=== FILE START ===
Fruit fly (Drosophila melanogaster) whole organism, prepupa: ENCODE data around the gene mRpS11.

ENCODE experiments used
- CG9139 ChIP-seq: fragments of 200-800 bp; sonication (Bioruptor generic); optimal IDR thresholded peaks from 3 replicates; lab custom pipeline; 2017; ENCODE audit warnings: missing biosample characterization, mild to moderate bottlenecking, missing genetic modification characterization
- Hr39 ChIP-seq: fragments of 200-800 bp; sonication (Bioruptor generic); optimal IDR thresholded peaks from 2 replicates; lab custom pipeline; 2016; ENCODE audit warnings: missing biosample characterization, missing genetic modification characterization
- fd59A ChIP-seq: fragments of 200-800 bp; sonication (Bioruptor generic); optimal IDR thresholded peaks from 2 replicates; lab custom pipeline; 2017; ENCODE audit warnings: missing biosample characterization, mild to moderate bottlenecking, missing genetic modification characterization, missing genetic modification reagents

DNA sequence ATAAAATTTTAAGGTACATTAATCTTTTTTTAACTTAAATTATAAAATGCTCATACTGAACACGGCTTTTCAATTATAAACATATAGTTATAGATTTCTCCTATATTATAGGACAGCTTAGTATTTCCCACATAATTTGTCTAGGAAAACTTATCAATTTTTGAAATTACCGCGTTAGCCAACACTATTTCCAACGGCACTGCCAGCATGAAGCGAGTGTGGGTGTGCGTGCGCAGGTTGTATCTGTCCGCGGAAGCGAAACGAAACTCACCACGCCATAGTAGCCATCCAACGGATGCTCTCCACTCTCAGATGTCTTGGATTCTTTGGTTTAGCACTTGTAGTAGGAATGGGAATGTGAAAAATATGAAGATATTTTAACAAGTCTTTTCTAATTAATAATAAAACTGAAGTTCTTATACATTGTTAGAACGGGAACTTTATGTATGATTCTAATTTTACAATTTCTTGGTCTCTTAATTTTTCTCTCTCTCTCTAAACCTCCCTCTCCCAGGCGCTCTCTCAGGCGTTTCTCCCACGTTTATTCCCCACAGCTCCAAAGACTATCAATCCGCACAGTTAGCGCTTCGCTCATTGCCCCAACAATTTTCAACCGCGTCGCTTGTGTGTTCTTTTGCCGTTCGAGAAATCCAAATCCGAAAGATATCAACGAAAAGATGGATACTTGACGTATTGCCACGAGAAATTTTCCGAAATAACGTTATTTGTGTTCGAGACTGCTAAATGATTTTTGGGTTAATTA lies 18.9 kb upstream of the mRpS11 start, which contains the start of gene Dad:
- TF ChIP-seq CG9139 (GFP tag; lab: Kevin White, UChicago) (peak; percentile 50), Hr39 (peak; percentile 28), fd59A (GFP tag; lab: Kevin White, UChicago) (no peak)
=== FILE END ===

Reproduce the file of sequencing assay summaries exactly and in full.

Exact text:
Fruit fly (Drosophila melanogaster) whole organism, prepupa: ENCODE data around the gene mRpS11.

ENCODE experiments used
- CG9139 ChIP-seq: fragments of 200-800 bp; sonication (Bioruptor generic); optimal IDR thresholded peaks from 3 replicates; lab custom pipeline; 2017; ENCODE audit warnings: missing biosample characterization, mild to moderate bottlenecking, missing genetic modification characterization
- Hr39 ChIP-seq: fragments of 200-800 bp; sonication (Bioruptor generic); optimal IDR thresholded peaks from 2 replicates; lab custom pipeline; 2016; ENCODE audit warnings: missing biosample characterization, missing genetic modification characterization
- fd59A ChIP-seq: fragments of 200-800 bp; sonication (Bioruptor generic); optimal IDR thresholded peaks from 2 replicates; lab custom pipeline; 2017; ENCODE audit warnings: missing biosample characterization, mild to moderate bottlenecking, missing genetic modification characterization, missing genetic modification reagents

DNA sequence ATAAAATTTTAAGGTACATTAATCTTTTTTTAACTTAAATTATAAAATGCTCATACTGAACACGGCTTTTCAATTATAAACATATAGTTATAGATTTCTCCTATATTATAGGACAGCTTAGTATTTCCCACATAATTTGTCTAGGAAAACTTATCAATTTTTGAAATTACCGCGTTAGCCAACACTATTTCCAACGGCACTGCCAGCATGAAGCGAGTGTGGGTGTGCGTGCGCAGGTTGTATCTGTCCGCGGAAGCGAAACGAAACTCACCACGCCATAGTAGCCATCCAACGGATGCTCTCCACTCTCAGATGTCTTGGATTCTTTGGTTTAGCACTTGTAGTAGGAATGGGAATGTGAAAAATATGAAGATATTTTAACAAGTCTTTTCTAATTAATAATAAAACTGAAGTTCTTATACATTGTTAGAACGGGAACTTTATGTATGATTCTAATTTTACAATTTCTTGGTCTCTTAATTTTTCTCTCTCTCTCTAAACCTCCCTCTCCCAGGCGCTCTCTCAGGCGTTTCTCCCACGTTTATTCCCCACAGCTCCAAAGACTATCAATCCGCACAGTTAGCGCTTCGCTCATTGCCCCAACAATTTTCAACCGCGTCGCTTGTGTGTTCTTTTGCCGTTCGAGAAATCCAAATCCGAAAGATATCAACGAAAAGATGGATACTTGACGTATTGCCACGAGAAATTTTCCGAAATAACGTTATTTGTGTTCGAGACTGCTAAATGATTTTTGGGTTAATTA lies 18.9 kb upstream of the mRpS11 start, which contains the start of gene Dad:
- TF ChIP-seq CG9139 (GFP tag; lab: Kevin White, UChicago) (peak; percentile 50), Hr39 (peak; percentile 28), fd59A (GFP tag; lab: Kevin White, UChicago) (no peak)